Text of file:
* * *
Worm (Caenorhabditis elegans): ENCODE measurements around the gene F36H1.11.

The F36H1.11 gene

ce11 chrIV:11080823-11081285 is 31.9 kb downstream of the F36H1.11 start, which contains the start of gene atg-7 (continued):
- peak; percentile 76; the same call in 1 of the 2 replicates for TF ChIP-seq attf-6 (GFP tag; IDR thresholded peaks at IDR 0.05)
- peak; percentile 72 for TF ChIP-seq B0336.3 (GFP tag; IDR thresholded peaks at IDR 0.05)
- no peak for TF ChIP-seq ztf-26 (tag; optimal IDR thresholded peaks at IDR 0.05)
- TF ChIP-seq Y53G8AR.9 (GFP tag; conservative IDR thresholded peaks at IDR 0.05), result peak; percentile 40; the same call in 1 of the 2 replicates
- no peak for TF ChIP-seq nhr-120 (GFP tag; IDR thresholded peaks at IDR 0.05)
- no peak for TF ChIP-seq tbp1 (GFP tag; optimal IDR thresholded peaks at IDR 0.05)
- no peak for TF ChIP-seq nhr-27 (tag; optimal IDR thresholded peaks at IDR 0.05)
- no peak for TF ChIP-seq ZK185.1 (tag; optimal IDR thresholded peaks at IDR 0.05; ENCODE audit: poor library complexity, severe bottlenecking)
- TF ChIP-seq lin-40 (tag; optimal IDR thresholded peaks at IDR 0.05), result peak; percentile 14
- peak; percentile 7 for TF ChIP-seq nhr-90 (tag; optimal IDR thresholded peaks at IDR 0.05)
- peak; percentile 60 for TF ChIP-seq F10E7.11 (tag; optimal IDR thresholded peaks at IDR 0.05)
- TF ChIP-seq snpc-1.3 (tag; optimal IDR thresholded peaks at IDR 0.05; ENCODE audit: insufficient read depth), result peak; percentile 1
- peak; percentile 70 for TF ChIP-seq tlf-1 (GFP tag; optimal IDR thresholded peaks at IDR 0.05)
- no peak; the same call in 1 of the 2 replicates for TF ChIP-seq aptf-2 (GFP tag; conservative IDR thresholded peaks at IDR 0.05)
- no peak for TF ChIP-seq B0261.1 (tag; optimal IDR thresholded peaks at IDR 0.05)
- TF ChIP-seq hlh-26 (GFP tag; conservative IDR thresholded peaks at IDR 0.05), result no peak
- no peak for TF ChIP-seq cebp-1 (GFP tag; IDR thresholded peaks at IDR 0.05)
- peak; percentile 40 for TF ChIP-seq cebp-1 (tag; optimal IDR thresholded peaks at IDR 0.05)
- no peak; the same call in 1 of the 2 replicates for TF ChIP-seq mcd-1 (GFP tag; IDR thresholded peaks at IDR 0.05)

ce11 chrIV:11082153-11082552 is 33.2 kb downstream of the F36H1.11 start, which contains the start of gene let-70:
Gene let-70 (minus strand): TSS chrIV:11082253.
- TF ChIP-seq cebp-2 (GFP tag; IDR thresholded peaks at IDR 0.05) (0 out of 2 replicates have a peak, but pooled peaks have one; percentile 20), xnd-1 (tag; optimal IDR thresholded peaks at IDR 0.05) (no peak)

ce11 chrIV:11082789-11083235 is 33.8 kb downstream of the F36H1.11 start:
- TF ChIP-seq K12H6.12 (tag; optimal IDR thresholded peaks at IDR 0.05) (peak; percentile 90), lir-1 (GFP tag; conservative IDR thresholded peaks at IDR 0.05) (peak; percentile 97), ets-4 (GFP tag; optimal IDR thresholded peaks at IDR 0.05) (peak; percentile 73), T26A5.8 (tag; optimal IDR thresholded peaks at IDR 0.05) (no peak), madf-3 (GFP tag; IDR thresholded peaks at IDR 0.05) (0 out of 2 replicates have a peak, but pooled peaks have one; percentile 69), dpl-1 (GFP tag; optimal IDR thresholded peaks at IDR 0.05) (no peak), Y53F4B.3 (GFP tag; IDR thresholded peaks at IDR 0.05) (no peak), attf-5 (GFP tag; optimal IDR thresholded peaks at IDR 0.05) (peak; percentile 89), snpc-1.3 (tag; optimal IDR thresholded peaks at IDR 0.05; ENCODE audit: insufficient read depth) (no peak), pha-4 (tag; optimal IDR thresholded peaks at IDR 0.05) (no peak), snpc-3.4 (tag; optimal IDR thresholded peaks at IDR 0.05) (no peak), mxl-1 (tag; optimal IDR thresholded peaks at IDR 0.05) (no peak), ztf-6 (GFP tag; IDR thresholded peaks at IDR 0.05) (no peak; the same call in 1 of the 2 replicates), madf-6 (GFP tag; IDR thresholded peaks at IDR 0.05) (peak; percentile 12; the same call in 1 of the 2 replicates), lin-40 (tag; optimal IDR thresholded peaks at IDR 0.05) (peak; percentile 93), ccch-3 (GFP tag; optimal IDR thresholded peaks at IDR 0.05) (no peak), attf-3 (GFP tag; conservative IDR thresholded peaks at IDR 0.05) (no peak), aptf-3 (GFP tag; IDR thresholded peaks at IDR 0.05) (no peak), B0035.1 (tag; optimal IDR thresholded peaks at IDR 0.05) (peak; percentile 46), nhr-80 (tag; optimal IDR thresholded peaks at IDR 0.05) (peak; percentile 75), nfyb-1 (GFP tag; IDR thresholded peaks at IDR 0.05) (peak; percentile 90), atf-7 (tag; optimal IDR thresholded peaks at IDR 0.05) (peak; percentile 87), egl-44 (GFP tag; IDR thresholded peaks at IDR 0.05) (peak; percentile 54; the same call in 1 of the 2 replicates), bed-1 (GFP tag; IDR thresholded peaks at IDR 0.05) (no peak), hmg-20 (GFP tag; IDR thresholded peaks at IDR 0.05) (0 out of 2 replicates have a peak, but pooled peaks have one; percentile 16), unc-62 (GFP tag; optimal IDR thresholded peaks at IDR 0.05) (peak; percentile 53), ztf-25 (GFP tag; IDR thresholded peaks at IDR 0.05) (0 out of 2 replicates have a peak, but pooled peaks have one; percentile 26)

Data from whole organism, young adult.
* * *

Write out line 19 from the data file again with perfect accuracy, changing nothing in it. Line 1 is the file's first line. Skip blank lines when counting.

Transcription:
- TF ChIP-seq hlh-26 (GFP tag; conservative IDR thresholded peaks at IDR 0.05), result no peak